The potato has received a somewhat more thorough historical treatment, dating back to the pioneering work by Redcliffe Salaman, whose 1949 History and Social Influence of the Potato was surely ahead of its time.9 Others have worked in the wake of this early potato history, including John Reader and Larry Zuckerman.10 Both Reader and Zuckerman feature human agency more prominently in their texts, along with the agency they accord the spud itself in shaping history. Consideration of the Andean roots and impact of the potato improved over the narrative of Salaman, though more can be done with the South American background still.
Cooking and Cuisine Histories
Mirroring the significant interest in the history of cooking in the public sphere, academics have now begun to write individual national, cultural, and global cuisine histories. For the most part these works do not engage wider historical themes, but they can be the "ingredients" for further analysis about the role that food plays in history. There are quite a number of these works that have been produced in recent years, so I will limit myself to several in this space.
Amy Trubek's Haute Cuisine: How the French Invented the Culinary Profession might, on the surface, seem to be a parochial study of one particular cuisine, just the sort of Western Civilization-type narrative that world historians have struggled to move beyond.11 Truth be told, the book is indeed Franco-centric. But as a colleague of mine likes to remind me, Europe is also part of the world. More to the point, French culinary practices has had an impressive impact on nearly all other cuisines to one degree or another. Consider the classic Vietnamese dish, pho. Though considered a national dish of Vietnam today, pho was developed as the result of French involvement in "Indo-china," as they lent their technique for pot-au-feu to their suffering colonists. This is not the sort of example that will be found in Trubek's account, however. The focus is decidedly on the evolution of French cooking, especially haute cuisine. Admittedly, understanding the development of this influential cuisine can help us learn more about culinary changes across the world.
Rebecca Spang is not any more global in her Invention of the Restaurant, but for the same reason it is worth reading this text.12 The French did not invent the restaurant any more than they invented cuisine, but their impact has been considerable. Jus as with the huge general histories of a generation ago, most of the information comes from the Western tradition. That said, there is not any better treatment of the restaurant as an institution to appear just yet. Furthermore, Spang spins a more tightly woven tale than in most food books, focusing on the restaurant as an institution, and limiting the analysis to the eighteenth and nineteenth centuries. The impact of the Revolution and the Napoleonic era is significant, as Spang identifies social and political reasons for the rise of the modern restaurant. Thus, the book does pass over to more critical historical analysis than many others of the genre.
More recently we have been saved from an overabundance of food books dominated by European history. The publication of Candice Goucher's Congotay! Congotay! represents a helpful shift in the historiography toward the non-Western world.13 Her laboratory is the Caribbean, where African influences dominate and are joined by indigenous "American," Asian, and European additions.14 The focus here is decidedly on the food itself, and secondarily on the agency of the people who create the meals. The "crucible" of Caribbean cuisine is revealed across time and cultures, as Goucher offers a wide array of examples of foods and their combinations that were used to make up the region's cuisines. The book travels beyond the haute cuisine so typically covered, and delves into the world of street food, cookery in slave quarters, and the work of hired and enslaved women of color. There are even connections made between the "hot pot" tradition in the eastern US colonies and African culture from the Caribbean and South. The story is told more deliciously still with a collection of recipes that pop up in each chapter. This book has turned a corner in Food Studies, in my opinion, calling for further investigation of cuisines from non-Western and developing areas with an eye to the global interactions that create these foodways.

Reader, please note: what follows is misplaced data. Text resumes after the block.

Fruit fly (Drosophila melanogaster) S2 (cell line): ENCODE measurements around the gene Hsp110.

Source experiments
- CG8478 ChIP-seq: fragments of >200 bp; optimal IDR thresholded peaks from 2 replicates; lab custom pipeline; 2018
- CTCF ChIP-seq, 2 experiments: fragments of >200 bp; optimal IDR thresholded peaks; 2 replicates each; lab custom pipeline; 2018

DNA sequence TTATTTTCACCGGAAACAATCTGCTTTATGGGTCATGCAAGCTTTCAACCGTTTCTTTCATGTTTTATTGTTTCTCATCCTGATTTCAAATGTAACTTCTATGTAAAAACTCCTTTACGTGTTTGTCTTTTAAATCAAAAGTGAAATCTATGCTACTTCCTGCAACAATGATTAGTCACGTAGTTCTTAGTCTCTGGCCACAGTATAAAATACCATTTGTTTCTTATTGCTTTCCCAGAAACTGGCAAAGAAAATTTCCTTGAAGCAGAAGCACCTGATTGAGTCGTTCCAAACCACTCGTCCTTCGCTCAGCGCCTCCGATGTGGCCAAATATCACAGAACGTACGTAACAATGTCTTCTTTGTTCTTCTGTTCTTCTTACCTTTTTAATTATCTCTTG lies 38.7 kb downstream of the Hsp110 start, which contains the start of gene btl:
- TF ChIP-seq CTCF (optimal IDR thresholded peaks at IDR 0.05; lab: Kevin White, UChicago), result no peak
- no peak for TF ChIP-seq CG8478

All of the previously discussed works do have the potential of showing how food influenced key processes in world history. To one degree or another, however, many of these works are more descriptive than analytical in this regard. Historians are accustomed to seeking out secondary literature that features a strong argument, though I must stress that resources that do not fully accomplish this mission are often quite valuable as reference and for provoking further thought. I do think that the field of food history should move further in the direction of historical monographs that use food to justify claims about world historical processes. The following works are emblematic of that approach.
A foundational book in the new food history appeared in 1985, the result of work by anthropologist Sidney Mintz. His Sweetness and Power: The Place of Sugar in Modern History traced the development of the sugar business from its earliest days a couple of millennia ago, through the epic growth as a result of the 16th and 17th century Atlantic Slave Trade, into the industrial period.15 Thanks to work by Philip Curtin and his team of graduate students at the University of Wisconsin, demographic information about the Atlantic Slave Trade has greatly influenced historical narratives of the colonial period sugar business. Most world history textbooks demonstrate this graphically with wide arrows pointing from Africa to Brazil and the West Indies, often surprising their U.S. readers that by far more Africans were uprooted to grow sugar. Yet until this book by Mintz there was not much attention paid to the critical question of why all this sugar was being grown. As he moves from chapters on production to consumption, Mintz effectively argues that the market for sugar exploded among Europeans of all social classes in the sixteenth century, creating an increasing demand for the substance. Thus, the economics of trade in the Atlantic context began to be explained from social and cultural levels in world history texts.